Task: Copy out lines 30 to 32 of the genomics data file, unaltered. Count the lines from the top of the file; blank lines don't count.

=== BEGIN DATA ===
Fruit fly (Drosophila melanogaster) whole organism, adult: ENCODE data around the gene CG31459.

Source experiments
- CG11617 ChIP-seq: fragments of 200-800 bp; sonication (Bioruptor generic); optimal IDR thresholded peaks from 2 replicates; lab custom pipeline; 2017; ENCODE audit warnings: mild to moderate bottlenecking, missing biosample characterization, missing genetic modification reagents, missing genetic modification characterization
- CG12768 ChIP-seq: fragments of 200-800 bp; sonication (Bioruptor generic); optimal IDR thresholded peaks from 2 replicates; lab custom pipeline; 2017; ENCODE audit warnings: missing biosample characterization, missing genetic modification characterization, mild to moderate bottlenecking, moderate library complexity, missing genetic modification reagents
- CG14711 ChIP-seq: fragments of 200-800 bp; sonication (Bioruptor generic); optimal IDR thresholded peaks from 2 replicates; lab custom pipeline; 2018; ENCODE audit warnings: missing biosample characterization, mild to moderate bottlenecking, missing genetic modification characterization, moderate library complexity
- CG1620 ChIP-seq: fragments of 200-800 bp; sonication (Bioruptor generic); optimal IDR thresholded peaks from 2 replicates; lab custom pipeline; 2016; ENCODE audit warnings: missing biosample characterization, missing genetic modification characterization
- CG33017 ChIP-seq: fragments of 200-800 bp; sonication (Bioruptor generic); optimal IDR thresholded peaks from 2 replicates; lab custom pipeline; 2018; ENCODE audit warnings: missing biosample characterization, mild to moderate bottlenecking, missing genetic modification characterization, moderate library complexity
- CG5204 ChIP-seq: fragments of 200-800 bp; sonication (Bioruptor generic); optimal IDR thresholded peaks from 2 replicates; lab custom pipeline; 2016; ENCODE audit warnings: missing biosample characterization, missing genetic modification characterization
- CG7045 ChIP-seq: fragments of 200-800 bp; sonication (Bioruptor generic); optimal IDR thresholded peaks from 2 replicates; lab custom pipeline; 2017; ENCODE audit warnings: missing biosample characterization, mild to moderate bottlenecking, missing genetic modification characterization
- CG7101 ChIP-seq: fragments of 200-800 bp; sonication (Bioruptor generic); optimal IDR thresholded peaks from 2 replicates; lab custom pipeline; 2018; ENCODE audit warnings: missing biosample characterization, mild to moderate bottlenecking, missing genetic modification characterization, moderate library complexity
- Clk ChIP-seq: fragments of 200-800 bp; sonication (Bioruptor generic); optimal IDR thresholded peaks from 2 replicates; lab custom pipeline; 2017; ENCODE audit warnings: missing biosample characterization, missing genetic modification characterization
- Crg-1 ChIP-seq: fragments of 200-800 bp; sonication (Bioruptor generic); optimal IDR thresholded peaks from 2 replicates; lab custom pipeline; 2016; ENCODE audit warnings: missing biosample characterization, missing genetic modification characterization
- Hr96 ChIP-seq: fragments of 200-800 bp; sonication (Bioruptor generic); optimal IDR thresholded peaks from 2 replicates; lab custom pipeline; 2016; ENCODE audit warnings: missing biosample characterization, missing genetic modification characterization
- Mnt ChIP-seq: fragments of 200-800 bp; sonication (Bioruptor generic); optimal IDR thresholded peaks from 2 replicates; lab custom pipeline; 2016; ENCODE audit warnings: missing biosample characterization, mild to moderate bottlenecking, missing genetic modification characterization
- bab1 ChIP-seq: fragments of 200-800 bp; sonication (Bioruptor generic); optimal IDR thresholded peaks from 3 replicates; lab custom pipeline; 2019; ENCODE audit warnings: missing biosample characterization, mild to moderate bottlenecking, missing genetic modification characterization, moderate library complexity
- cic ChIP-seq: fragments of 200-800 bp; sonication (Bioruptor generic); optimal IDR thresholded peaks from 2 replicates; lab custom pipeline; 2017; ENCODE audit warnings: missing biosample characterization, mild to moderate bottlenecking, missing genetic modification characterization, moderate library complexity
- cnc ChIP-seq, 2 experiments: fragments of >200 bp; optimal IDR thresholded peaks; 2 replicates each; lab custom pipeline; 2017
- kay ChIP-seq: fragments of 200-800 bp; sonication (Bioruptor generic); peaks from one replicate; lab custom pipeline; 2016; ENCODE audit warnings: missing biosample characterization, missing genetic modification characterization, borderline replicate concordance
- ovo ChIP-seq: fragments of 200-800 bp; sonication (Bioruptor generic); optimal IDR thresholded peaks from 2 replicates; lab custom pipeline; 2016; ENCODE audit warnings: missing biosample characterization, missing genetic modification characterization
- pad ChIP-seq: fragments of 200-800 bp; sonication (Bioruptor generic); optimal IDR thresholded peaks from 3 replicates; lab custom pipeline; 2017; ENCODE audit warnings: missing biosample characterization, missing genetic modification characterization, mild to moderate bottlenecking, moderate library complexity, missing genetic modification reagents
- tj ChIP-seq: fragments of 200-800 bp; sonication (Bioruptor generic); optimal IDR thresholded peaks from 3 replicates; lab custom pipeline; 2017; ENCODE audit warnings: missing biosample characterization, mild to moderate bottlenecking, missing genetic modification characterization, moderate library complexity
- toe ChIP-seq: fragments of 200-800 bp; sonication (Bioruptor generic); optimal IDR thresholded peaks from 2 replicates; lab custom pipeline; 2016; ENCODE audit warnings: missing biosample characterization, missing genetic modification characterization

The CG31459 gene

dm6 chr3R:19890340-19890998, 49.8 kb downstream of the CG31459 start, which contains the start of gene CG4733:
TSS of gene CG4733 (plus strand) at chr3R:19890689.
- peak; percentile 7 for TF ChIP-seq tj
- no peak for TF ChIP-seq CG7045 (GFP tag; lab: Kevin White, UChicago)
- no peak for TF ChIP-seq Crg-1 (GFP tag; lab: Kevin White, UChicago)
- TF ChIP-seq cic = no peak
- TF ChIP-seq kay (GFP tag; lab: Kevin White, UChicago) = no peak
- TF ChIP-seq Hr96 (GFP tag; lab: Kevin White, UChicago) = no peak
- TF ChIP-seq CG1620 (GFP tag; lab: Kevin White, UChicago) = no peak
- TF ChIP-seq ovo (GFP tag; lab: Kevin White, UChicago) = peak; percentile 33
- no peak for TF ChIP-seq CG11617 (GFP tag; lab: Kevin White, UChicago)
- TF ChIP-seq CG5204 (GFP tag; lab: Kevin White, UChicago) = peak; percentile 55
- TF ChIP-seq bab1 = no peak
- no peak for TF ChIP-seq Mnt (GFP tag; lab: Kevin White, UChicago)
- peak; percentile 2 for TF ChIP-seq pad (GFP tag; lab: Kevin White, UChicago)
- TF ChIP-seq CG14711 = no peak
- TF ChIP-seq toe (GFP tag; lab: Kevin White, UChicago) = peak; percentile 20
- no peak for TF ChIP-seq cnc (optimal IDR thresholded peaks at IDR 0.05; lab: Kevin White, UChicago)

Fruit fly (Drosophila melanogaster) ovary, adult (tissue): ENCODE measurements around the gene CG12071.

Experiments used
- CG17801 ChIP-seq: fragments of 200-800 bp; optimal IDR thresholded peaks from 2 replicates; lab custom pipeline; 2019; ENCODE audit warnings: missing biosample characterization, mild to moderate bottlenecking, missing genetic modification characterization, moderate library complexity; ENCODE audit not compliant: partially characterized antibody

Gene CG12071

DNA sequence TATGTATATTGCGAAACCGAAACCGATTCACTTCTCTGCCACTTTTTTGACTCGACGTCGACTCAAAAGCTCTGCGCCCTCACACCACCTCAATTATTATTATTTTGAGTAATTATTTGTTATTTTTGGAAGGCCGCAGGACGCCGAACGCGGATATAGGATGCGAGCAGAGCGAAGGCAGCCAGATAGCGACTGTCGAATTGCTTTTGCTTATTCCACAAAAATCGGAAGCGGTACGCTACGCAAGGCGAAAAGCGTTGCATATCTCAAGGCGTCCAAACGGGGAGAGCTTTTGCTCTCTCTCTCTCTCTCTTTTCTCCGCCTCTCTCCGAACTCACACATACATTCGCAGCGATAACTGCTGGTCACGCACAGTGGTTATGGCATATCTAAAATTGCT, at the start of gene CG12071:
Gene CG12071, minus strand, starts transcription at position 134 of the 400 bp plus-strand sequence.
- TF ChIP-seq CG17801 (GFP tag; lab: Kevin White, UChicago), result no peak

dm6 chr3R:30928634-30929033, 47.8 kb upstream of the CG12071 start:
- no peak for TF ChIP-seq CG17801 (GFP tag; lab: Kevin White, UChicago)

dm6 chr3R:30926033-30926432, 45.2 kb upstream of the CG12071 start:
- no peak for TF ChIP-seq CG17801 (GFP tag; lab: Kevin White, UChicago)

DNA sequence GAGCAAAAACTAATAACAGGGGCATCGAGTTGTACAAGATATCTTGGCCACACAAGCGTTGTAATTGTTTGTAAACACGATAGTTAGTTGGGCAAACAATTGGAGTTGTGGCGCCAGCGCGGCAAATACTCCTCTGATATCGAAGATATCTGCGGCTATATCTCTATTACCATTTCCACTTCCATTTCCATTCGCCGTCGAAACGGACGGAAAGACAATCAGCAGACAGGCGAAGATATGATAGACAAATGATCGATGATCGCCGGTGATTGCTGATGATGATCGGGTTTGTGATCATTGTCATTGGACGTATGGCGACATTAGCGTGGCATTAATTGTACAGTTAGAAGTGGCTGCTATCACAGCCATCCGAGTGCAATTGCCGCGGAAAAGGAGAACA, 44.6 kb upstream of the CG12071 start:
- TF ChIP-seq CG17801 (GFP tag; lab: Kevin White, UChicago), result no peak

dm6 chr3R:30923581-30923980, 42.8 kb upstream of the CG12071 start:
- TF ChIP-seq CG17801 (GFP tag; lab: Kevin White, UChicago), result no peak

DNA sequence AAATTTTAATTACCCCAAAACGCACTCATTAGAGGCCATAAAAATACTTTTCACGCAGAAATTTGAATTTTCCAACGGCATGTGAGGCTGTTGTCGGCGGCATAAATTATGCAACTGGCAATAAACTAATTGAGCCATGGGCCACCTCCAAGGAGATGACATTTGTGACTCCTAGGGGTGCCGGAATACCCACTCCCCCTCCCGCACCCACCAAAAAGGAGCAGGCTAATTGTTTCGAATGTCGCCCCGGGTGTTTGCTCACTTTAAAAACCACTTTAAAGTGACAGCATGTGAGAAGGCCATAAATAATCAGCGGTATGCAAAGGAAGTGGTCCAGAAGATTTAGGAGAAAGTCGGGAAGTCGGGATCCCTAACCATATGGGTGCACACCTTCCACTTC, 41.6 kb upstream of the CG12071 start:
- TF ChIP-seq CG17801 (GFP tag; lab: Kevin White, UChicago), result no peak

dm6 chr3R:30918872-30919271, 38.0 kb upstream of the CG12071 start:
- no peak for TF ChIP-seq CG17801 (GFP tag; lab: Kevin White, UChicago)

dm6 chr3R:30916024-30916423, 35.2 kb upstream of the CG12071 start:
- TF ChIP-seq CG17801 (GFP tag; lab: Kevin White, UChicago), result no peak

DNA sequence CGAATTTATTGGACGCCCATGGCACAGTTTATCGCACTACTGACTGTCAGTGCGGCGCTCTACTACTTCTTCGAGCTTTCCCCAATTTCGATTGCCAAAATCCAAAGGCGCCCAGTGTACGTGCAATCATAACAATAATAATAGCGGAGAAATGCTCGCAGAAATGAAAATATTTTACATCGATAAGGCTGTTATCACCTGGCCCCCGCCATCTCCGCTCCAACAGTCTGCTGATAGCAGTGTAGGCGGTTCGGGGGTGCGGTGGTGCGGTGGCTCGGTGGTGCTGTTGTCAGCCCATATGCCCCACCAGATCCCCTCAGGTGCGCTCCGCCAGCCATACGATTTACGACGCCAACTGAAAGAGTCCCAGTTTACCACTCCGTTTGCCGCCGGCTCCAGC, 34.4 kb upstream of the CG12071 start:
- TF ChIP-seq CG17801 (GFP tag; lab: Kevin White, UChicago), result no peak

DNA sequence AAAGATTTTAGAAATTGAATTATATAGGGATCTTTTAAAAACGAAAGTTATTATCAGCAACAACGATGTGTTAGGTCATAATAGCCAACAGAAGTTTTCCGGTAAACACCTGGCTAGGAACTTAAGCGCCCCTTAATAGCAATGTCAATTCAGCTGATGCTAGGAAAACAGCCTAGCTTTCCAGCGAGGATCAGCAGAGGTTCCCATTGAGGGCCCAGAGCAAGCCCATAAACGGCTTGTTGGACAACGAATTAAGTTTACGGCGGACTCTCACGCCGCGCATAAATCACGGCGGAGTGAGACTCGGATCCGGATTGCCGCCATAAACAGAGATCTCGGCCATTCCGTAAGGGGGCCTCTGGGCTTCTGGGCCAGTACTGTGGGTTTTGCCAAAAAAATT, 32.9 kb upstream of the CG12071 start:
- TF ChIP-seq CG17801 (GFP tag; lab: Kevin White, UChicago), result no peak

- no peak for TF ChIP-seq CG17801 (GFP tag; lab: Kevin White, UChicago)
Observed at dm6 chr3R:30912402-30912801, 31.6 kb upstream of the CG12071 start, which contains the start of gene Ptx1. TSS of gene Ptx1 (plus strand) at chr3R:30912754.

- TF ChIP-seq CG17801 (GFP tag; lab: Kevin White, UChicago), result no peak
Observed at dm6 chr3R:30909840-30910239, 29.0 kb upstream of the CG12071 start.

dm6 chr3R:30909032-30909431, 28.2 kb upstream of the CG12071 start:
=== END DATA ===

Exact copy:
- TF ChIP-seq kay (GFP tag; lab: Kevin White, UChicago) = no peak
- TF ChIP-seq Hr96 (GFP tag; lab: Kevin White, UChicago) = no peak
- TF ChIP-seq CG1620 (GFP tag; lab: Kevin White, UChicago) = no peak